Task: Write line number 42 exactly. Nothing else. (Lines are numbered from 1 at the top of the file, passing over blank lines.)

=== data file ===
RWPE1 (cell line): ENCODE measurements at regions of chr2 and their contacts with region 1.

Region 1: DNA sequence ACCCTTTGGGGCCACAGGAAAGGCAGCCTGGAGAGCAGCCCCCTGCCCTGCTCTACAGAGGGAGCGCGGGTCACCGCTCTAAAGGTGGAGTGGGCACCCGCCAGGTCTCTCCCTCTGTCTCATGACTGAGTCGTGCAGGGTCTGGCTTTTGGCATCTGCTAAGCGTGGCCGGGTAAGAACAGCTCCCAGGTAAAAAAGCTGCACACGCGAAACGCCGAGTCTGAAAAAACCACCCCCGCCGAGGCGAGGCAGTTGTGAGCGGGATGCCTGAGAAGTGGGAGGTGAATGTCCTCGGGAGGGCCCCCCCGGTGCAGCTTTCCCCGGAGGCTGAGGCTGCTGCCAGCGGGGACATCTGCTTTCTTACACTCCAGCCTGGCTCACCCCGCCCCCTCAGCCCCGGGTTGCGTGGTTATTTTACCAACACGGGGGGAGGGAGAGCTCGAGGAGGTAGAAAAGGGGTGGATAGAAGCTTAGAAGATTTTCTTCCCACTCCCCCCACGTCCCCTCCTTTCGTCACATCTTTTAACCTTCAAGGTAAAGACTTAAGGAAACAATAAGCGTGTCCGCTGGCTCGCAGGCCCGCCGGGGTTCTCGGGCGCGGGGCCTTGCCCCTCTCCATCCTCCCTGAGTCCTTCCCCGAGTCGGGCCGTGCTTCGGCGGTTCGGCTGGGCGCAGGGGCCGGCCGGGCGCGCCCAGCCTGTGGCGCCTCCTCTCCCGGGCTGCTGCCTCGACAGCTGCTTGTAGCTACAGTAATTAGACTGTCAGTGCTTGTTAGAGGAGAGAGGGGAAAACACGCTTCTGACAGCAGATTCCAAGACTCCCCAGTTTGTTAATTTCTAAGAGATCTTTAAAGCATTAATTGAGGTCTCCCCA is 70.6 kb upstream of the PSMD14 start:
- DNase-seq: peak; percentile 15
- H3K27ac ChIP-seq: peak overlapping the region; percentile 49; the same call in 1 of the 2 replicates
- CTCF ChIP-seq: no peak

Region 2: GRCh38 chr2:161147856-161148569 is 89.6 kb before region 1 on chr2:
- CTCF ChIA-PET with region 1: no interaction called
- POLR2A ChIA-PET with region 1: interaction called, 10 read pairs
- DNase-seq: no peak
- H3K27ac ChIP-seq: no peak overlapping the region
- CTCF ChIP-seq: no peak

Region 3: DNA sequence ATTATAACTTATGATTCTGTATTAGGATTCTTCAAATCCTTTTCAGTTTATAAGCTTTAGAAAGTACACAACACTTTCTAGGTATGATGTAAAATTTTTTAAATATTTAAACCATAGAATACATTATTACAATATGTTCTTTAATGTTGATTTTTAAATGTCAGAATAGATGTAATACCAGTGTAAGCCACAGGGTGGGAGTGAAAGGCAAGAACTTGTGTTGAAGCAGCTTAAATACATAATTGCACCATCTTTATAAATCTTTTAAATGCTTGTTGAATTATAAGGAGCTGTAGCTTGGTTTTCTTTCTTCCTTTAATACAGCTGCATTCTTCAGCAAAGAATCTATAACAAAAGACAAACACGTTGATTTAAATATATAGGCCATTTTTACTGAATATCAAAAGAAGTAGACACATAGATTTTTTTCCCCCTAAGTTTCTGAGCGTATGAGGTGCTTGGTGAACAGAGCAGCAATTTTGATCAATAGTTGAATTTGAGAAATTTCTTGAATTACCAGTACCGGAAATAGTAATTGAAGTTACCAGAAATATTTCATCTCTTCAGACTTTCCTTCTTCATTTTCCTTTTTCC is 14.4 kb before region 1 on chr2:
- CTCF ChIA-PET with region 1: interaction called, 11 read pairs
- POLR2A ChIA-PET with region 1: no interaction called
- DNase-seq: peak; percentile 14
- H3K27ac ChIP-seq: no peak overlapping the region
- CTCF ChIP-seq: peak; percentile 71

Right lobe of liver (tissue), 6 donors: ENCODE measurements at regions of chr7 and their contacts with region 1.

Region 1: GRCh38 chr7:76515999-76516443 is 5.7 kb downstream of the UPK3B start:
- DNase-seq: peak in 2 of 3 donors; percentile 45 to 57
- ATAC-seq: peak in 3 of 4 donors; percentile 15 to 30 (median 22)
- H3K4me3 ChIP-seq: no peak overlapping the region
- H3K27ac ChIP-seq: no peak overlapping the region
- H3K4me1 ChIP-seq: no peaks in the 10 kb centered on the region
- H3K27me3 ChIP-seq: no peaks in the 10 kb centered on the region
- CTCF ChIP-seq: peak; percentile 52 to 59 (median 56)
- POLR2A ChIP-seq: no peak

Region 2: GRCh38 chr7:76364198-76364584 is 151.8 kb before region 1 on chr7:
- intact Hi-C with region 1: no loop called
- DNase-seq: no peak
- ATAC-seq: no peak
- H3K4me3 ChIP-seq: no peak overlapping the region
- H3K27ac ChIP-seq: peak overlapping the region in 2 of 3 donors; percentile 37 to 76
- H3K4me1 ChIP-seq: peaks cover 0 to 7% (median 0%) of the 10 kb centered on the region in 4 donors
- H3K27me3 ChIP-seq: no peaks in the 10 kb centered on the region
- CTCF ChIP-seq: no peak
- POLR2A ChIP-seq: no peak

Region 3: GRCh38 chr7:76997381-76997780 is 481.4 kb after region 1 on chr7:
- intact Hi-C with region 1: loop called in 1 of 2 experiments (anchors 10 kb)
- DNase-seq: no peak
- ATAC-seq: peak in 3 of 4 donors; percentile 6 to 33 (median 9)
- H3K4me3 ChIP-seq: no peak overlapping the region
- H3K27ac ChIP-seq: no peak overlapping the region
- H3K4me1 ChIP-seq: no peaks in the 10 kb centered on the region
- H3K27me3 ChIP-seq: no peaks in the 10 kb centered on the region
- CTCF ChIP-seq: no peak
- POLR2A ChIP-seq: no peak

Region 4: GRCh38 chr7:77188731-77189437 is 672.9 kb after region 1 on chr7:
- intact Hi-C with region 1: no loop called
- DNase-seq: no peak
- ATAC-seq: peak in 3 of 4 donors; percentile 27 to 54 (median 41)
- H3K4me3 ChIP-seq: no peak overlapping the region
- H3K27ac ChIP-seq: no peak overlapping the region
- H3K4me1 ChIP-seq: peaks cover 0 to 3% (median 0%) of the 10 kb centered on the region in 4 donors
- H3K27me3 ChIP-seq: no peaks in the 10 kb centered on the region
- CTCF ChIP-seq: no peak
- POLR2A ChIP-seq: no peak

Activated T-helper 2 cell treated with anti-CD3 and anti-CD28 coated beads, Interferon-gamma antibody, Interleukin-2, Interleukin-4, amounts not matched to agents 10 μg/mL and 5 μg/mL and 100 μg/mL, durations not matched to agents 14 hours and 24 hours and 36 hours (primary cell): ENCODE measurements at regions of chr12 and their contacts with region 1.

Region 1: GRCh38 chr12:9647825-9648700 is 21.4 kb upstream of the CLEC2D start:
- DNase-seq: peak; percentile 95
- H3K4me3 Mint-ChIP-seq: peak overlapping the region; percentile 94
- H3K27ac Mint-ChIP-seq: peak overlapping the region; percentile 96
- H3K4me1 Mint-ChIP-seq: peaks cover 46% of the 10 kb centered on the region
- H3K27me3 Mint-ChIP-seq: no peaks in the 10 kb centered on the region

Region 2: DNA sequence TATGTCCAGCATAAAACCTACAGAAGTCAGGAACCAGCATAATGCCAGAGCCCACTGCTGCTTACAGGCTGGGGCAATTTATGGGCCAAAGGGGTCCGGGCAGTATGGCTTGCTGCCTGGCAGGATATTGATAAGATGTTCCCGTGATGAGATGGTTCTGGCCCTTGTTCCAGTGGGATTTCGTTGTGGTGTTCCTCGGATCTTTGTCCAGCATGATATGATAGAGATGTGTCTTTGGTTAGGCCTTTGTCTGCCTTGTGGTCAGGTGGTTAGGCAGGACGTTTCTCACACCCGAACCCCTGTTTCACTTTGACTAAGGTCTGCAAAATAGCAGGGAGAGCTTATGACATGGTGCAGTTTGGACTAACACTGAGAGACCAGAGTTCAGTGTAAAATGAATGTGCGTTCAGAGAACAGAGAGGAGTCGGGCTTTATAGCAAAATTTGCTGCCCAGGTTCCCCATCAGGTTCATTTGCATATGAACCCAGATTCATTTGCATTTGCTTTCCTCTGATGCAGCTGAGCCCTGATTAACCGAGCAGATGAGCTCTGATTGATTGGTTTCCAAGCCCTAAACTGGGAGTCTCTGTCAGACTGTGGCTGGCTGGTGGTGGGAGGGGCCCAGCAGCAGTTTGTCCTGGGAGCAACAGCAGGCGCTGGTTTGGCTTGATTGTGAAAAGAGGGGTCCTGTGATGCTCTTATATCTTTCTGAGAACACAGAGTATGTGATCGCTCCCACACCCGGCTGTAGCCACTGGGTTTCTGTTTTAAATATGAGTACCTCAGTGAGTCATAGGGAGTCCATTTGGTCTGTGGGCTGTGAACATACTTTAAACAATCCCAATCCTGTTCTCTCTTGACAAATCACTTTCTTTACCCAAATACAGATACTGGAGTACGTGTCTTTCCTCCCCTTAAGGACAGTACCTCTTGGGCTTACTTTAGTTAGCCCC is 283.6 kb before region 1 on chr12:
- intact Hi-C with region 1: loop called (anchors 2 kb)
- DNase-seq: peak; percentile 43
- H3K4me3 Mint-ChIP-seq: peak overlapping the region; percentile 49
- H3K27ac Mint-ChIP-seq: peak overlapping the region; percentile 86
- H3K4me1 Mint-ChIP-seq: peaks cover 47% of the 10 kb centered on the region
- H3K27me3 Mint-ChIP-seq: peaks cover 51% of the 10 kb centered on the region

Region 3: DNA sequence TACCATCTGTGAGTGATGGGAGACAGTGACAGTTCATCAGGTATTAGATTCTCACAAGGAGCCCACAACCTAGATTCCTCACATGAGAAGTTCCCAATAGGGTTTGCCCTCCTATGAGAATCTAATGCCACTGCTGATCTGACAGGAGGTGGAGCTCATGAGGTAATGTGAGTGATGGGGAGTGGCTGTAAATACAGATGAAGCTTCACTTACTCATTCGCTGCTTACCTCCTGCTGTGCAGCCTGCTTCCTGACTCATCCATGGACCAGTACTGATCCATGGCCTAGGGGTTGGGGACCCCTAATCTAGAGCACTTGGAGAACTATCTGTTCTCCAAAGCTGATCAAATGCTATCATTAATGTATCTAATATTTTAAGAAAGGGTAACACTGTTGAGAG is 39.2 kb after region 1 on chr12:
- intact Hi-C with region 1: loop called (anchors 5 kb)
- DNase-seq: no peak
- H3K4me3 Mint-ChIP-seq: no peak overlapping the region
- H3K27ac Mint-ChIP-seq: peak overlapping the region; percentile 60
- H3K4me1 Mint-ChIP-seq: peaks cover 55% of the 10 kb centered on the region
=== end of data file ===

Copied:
- H3K4me3 ChIP-seq: no peak overlapping the region